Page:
The 20mph Edwardian Speed Demon

Travel back in time to the cobblestone-laced roads of Edwardian Britain, and you’ll uncover the charming tales of early motoring, replete with mustachioed gentlemen in goggles and duster coats. Amongst such anecdotes, a delightful piece of motoring history has recently surfaced, involving a certain Percival Alexander Douglas-Barry Esq. and his encounters with the law.

In the summer of 1909, Percival found himself on the wrong side of the burgeoning traffic laws. With his motor car clocking speeds over 20 miles an hour – quite the feat in those days – he caught the attention of the Cheshire Constabulary. Percival received a sternly worded yet handwritten note, advising him to put a brake on his enthusiasm and ease off the accelerator.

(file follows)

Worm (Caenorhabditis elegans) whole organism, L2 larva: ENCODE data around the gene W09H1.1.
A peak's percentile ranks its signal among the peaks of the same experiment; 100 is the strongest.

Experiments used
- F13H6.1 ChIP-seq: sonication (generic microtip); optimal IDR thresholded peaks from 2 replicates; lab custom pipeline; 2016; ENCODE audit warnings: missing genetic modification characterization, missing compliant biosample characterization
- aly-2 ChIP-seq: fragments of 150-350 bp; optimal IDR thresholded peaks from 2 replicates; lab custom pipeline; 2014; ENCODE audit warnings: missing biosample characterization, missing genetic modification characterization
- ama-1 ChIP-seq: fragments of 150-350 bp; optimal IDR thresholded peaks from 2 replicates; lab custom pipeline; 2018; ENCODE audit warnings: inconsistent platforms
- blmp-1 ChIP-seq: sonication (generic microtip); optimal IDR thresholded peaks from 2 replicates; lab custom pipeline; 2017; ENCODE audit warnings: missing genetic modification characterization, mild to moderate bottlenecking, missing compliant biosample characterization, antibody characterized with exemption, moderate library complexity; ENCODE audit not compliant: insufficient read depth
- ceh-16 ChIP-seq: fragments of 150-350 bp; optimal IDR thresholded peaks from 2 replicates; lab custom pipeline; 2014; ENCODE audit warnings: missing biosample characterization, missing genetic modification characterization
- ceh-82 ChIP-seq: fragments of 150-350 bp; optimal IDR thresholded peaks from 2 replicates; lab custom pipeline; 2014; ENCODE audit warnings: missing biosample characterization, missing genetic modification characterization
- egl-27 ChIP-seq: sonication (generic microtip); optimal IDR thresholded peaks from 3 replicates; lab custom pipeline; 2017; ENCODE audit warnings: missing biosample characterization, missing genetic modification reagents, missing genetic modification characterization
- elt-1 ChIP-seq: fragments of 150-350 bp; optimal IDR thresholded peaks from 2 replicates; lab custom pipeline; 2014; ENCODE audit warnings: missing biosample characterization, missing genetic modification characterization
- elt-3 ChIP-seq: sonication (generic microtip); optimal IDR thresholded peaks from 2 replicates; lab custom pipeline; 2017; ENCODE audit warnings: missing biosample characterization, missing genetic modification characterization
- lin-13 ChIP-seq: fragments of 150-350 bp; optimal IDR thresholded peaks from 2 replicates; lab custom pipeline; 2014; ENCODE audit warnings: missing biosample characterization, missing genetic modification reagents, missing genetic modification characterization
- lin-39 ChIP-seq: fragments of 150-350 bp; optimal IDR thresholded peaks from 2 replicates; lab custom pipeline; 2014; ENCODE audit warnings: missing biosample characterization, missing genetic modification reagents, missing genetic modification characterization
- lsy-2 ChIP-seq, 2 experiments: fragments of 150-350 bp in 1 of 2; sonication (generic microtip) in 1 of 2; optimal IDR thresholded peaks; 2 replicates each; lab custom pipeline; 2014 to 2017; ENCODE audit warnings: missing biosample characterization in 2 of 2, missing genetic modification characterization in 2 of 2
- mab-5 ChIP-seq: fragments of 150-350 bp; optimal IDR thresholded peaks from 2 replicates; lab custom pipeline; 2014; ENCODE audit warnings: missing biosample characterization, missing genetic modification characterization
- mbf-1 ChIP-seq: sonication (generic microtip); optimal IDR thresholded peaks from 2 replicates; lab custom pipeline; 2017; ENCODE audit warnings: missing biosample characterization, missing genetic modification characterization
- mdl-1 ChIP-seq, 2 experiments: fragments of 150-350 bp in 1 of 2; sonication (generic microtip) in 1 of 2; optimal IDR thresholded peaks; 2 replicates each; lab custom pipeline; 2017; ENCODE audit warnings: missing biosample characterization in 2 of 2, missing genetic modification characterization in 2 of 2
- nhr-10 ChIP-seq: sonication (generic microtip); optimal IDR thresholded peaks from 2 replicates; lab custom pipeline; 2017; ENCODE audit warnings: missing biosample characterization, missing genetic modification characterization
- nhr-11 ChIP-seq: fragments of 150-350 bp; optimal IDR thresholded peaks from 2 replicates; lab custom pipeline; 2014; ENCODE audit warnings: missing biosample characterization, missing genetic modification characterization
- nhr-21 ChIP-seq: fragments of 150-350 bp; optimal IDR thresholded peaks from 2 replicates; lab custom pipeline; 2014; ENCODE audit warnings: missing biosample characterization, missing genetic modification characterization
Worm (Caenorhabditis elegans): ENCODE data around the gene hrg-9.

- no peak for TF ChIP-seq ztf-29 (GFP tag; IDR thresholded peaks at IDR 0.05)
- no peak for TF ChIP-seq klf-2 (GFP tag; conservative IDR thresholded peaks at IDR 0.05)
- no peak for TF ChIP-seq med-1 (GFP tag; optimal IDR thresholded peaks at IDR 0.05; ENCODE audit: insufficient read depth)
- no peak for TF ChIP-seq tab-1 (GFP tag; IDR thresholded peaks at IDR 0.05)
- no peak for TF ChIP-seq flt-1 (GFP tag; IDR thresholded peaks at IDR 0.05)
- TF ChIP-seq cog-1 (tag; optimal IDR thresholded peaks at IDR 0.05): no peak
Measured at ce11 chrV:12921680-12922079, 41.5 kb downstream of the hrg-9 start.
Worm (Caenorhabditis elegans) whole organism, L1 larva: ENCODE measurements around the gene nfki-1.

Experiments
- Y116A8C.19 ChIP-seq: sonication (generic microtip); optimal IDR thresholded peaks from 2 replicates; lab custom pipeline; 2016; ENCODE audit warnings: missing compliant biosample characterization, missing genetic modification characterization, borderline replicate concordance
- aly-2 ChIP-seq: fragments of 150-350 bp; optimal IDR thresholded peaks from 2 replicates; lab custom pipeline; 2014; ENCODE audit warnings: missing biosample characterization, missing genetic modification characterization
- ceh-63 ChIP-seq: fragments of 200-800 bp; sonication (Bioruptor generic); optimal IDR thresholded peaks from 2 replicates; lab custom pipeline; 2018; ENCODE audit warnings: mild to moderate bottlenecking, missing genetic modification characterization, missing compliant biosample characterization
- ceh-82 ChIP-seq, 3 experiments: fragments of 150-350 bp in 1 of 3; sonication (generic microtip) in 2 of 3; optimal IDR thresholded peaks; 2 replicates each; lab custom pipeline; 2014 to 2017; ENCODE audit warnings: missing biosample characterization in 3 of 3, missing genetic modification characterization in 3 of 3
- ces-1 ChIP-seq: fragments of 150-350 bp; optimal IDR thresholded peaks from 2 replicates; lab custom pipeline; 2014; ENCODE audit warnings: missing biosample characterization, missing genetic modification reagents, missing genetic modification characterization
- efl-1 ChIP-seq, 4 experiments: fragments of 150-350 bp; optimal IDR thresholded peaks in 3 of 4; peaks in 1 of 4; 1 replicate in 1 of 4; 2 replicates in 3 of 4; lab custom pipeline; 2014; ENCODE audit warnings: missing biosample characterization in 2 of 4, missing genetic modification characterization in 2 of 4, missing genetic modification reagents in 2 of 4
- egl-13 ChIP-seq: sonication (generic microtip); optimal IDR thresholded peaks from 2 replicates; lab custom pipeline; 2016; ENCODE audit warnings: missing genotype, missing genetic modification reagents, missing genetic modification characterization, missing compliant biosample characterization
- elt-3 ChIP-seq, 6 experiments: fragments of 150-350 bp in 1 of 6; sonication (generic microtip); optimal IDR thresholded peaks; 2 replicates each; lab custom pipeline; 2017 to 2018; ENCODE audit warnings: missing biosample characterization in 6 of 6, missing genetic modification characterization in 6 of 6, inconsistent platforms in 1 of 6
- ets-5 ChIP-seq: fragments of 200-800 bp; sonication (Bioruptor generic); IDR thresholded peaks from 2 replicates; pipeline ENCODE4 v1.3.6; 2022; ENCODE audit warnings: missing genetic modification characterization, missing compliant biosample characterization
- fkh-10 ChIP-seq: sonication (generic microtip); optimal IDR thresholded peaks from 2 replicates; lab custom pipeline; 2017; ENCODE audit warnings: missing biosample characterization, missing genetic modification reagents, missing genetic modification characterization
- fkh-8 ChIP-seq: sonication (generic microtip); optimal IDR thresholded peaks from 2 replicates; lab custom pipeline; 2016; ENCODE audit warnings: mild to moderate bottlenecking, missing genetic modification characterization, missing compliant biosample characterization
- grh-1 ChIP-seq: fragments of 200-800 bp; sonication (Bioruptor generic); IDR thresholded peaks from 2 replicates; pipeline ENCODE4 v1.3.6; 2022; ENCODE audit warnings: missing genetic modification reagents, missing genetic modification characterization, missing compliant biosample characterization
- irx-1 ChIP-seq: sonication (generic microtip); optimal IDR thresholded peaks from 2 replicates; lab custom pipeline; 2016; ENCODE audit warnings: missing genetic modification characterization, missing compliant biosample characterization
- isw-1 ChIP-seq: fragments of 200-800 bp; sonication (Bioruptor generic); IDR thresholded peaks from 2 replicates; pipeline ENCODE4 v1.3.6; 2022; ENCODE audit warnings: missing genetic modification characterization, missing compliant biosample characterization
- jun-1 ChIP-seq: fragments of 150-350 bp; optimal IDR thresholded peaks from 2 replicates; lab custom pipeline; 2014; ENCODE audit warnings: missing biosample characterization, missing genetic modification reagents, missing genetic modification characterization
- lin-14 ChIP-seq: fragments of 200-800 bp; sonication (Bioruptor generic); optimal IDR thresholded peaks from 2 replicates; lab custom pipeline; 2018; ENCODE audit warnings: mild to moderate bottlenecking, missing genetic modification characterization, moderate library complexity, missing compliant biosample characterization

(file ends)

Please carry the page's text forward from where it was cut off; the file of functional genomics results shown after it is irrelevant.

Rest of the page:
Fast forward to a chilly January in 1932, and our intrepid motorist once again found himself in a pickle. This time, the offense was a tad dimmer: failing to keep his vehicle’s lights burning bright enough to reveal the registration numbers, a requirement under the Road Transport Lighting Act of 1927. This transgression led to an official summons to court, a more serious affair but still handled with that personal touch only a handwritten document could convey.

These letters, penned by the officers of the law, offer a quaint peek into the early days of traffic regulation. They not only remind us of how far we’ve zoomed ahead in the realm of vehicular laws but also hark back to a time when even a speeding ticket had a personal touch.